Broadband internet speeds across America have been increasing overall as more and more consumers adopt faster connections to deal with their needs.
According to CNN Money, in 2015 the FCC moved to change the definition of broadband Internet to match what they saw as the minimum viable connection speed for streaming, downloading, and uploading media in the twenty-first century.
Before 2015, the definition of broadband used a standard of 4MBPS, but with the FCC’s change, the base speed increased to 25 MBPS. Knowing how much speed your internet provider is giving you is essential to figuring out the quality of your internet connection. Now, if you live in a rural district, the government and the FCC have good news since they intend to make it easier for your ISP to increase the speed with which you connect to the Internet.
A History of Speed Growth
Entrepreneur states that in 2010, internet traffic surpassed 20 exabytes per month, with an exabyte defined as one billion gigabytes. In the earliest days of the Internet, connections speeds like these were but fleeting dreams of a distant future.
The Internet came about from the linking of several private networks, with the dominant player being ARPANET. Eventually, ARPANET merged with other private networks and became the Internet we know, albeit operating mostly on simple web pages and bulletin board systems. As computers penetrated the market, the Internet offered a means of communication and interaction never before seen in human history.
Speeds jumped massively over this time as consumers quickly went from phone-based dial-up systems to cable and ADSL Internet lines. Cisco mentions that in 1984 the total traffic on the Internet was around 15GB per month, while in 2014 it was common to see one user consume 15GB per month, showing the extreme exponential growth of the medium. If we look at the consumption rates of consumers today, we can clearly see the trend towards higher usage. As US Mobile notes, while technically, faster connection speeds don’t mean consumers will consume more data, the reality is that at a faster speed, users have the potential to use more data over the same period of time.
Bringing Rural Districts up to Speed
Rural areas of the country have been lax in keeping up with the rate of growth of Internet speeds around the country. The main reason is that the cost of installation of lines out in rural areas is far more expensive than the expected return for the installation. While in February of this year Endgaget reported that the FCC considered that broadband deployment to rural districts continued on a consistent and timely schedule, the government has decided that access to broadband for non-urban communities needs to happen faster. Digital Trends mentions that the government in partnership with the FCC want to bring rural America up to speed with the rest of the country, as well as implement the rollout of 5G wireless coverage across these areas.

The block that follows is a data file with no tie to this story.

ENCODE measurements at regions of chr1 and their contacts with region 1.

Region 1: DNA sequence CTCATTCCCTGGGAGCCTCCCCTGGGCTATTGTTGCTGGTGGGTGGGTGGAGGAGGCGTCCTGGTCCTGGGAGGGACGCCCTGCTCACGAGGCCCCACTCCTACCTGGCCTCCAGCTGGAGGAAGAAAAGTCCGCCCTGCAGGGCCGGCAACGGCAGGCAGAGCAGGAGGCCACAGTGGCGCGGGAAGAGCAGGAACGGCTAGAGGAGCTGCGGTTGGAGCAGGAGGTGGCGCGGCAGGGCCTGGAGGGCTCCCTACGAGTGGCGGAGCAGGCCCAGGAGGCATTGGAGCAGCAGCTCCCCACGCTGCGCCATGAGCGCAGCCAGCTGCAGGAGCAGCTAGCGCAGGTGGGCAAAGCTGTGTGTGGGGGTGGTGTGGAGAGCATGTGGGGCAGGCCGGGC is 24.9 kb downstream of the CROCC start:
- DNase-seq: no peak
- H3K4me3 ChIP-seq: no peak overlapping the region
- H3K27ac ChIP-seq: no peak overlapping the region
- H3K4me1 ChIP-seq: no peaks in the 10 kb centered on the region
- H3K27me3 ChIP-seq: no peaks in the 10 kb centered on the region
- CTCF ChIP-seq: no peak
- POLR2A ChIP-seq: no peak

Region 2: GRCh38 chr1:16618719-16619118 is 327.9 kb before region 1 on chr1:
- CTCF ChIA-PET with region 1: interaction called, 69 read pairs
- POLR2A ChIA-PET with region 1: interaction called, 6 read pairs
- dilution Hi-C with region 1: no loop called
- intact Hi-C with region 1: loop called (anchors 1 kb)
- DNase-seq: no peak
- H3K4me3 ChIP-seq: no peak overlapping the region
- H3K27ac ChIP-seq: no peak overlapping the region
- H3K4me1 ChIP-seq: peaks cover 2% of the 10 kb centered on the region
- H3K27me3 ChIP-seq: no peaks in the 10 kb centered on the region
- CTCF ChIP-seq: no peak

The 5G Fast Plan
The FCC states that they intend to expand availability for 5G service to providers by performing an auction (slated for December of this year), hoping to encourage providers to increase infrastructure and coverage in rural districts. Additionally, as stated on the FCC site, the governing body is giving cities a 90-day window to process new applications for the construction and deployment of 5G infrastructure and will limit the underlying fees cities can demand the installation. The major limiting factor in deploying infrastructure in less populated regions is the cost, and the FCC hopes that limiting this cost will encourage companies to deliver service to areas that have historically had lower broadband speeds.
Development Takes Time
As it stands, many of the rural communities that stand to benefit from the upgraded broadband service won’t see any returns on this proposal overnight. TechSpot suggests that as many as 40% of the proposed areas will be enhanced by 2022, with a 10% increase every year until the project finishes in 2028. If you live in or operate a business in a rural district, this is excellent news for you. CNet notes that as late as October 2018, it was likely that if you lived in some rural regions, broadband was entirely out of the question and it was possible that you would have access to no Internet providers at all.
There is hope that this decade-long rollout of connection to the less populated areas of the country will alleviate this problem and provide infrastructure in line with what one expects from a first world country. Only time will tell whether the expansion of the connection framework will be successful and how many people it will actually impact. For now, we’re left hoping that more people can enjoy the speeds that we in urban areas take for granted daily.